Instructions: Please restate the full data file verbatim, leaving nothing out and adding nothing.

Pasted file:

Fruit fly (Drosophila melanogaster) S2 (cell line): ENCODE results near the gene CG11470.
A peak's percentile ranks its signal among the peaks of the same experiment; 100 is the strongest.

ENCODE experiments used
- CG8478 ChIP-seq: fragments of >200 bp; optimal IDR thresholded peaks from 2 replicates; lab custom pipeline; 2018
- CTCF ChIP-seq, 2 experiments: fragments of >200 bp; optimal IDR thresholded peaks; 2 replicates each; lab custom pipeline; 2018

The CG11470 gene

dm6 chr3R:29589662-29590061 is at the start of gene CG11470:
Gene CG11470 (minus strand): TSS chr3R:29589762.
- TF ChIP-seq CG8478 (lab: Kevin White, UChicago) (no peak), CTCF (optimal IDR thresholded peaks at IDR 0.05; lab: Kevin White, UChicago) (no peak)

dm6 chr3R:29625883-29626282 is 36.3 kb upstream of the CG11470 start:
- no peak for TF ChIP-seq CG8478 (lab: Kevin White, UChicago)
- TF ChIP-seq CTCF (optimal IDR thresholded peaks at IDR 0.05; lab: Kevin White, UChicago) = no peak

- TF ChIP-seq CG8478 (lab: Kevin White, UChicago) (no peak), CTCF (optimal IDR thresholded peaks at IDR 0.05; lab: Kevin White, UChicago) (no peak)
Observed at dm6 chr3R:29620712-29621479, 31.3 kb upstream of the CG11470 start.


Fruit fly (Drosophila melanogaster) S2 (cell line): ENCODE results near the gene CG11470.
A peak's percentile ranks its signal among the peaks of the same experiment; 100 is the strongest.

ENCODE experiments used
- CG8478 ChIP-seq: fragments of >200 bp; optimal IDR thresholded peaks from 2 replicates; lab custom pipeline; 2018
- CTCF ChIP-seq, 2 experiments: fragments of >200 bp; optimal IDR thresholded peaks; 2 replicates each; lab custom pipeline; 2018

The CG11470 gene

dm6 chr3R:29589662-29590061 is at the start of gene CG11470:
Gene CG11470 (minus strand): TSS chr3R:29589762.
- TF ChIP-seq CG8478 (lab: Kevin White, UChicago) (no peak), CTCF (optimal IDR thresholded peaks at IDR 0.05; lab: Kevin White, UChicago) (no peak)

dm6 chr3R:29625883-29626282 is 36.3 kb upstream of the CG11470 start:
- no peak for TF ChIP-seq CG8478 (lab: Kevin White, UChicago)
- TF ChIP-seq CTCF (optimal IDR thresholded peaks at IDR 0.05; lab: Kevin White, UChicago) = no peak

- TF ChIP-seq CG8478 (lab: Kevin White, UChicago) (no peak), CTCF (optimal IDR thresholded peaks at IDR 0.05; lab: Kevin White, UChicago) (no peak)
Observed at dm6 chr3R:29620712-29621479, 31.3 kb upstream of the CG11470 start.